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Published on June 16th, 2014 | by Liam


Is one a prime number?

Maths has been created and used by humans for a long time. It’s older than English, and much older than Science. Long before the Maths+StatsEnglish language came to be, mathematicians were discussing numbers and studying shapes. And although the ideas of maths have survived through thousands of years, the symbols, numerals and even the language we use have changed.

Over 2000 years ago Euclid wrote one of the first maths textbooks. Euclid’s Elements covered arithmetic and geometry, but it isn’t like a modern day textbook. There were no pictures of shapes. Euclid described all the shapes using words. Even stranger, there were no numbers and there were no equations. All his maths was written out in sentences in Ancient Greek.

It took a long time for things to change. The numerals we use today (1, 2, etc) were invented in India hundreds of years after Euclid, and common symbols such as the plus and equals signs took another 1000 years to appear.

Throughout history there have been many ways of writing ‘7’, but only one idea of seven. There have been many ways of writing addition, but one plus one has always been two. However, some mathematical ideas have changed meaning over the years. And recently, two American mathematicians decided to chart the history of a particularly tricky mathematical question: is one a prime number?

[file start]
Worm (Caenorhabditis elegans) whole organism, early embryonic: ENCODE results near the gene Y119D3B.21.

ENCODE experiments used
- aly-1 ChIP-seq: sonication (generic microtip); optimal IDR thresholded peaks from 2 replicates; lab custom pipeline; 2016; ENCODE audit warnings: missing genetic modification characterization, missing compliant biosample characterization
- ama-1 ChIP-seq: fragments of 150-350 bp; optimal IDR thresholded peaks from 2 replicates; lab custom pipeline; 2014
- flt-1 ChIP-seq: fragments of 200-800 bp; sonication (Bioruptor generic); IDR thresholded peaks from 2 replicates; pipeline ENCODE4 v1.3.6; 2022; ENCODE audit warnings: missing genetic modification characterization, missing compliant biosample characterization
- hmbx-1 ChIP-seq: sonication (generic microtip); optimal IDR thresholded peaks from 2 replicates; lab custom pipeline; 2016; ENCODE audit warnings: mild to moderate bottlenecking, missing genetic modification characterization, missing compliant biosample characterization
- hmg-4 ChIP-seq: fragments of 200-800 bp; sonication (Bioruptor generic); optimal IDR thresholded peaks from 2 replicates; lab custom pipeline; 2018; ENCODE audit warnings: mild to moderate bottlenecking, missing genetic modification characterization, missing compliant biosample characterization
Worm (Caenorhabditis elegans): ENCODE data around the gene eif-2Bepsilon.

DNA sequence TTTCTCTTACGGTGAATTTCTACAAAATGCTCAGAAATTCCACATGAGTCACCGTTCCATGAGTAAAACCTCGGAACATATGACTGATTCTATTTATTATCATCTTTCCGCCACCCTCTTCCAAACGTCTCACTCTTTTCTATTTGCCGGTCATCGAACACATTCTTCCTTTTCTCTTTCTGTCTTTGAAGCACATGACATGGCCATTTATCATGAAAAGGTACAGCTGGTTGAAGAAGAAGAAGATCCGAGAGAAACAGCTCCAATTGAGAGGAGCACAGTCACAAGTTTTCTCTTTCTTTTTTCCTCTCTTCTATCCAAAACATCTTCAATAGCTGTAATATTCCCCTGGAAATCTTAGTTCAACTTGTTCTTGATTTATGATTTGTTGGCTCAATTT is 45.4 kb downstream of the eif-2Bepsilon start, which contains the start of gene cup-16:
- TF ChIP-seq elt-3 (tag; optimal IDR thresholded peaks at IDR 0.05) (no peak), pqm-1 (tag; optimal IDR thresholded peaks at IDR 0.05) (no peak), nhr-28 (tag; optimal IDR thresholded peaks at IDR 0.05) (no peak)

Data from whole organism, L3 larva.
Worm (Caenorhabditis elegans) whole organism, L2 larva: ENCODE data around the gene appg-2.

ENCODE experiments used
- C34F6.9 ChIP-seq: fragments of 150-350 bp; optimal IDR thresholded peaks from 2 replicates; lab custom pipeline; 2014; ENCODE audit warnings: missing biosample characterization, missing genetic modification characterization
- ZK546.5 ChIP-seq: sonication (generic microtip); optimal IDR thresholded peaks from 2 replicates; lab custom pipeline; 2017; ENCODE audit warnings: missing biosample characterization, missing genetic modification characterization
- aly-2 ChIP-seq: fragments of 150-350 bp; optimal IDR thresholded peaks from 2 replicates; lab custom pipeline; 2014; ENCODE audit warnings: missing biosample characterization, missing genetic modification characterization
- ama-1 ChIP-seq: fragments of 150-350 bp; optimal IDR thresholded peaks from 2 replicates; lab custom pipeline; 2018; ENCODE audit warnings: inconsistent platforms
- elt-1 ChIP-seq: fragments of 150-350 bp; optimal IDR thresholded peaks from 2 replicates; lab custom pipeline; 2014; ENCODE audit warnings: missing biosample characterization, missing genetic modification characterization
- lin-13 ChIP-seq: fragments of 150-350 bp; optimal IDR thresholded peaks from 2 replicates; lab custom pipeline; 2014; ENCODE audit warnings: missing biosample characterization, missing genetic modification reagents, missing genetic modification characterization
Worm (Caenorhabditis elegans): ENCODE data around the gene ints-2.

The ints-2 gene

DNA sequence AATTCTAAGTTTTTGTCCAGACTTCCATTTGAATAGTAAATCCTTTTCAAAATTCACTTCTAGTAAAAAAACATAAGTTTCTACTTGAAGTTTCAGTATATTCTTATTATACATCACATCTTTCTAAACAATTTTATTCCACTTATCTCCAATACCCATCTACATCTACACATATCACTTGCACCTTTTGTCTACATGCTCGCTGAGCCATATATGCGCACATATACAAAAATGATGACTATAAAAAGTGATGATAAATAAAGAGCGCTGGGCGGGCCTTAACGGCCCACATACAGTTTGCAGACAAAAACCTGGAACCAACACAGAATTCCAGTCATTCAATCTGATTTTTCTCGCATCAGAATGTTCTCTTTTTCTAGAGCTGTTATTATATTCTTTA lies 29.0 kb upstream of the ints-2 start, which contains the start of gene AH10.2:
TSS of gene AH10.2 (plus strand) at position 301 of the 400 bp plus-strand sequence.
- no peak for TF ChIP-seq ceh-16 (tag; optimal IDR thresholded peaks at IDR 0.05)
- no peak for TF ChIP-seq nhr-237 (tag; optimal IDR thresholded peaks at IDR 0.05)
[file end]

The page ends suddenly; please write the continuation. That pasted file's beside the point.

Prime numbers are like the atoms of maths. They can’t be made by multiplying two smaller numbers together. They can only be divided by two numbers – themselves and one. Around 300 years ago, a lot of mathematicians considered one to be a prime number. After all, there are no numbers that divide it except one and itself (also one). But not all mathematicians agreed with this definition.

In 1801, Carl Friedrich Gauss noticed that every whole number can be made by multiplying prime numbers together. With some work, he showed that for each whole number, there was only one prime factorisation that worked. There is only one way to make the number 30 by multiplying primes – you need 2, 3 and 5 (30 = 2 x 3 x 5). But Carl’s amazing idea only works if you think that one is not a prime number.

It took a long time for mathematicians to agree with Carl. But for the last 100 years, most mathematicians have agreed. The number one is not a prime.

So what did Euclid think, 2000 years ago? Euclid thought the smallest prime number was two, but for completely different reasons. In his Elements, Euclid defines a number as being made up of a multitude of ones. Euclid didn’t consider one to be a number, so it couldn’t be a prime number!

More information
On primes and Pluto
The smallest prime research paper (more advanced and pdf)


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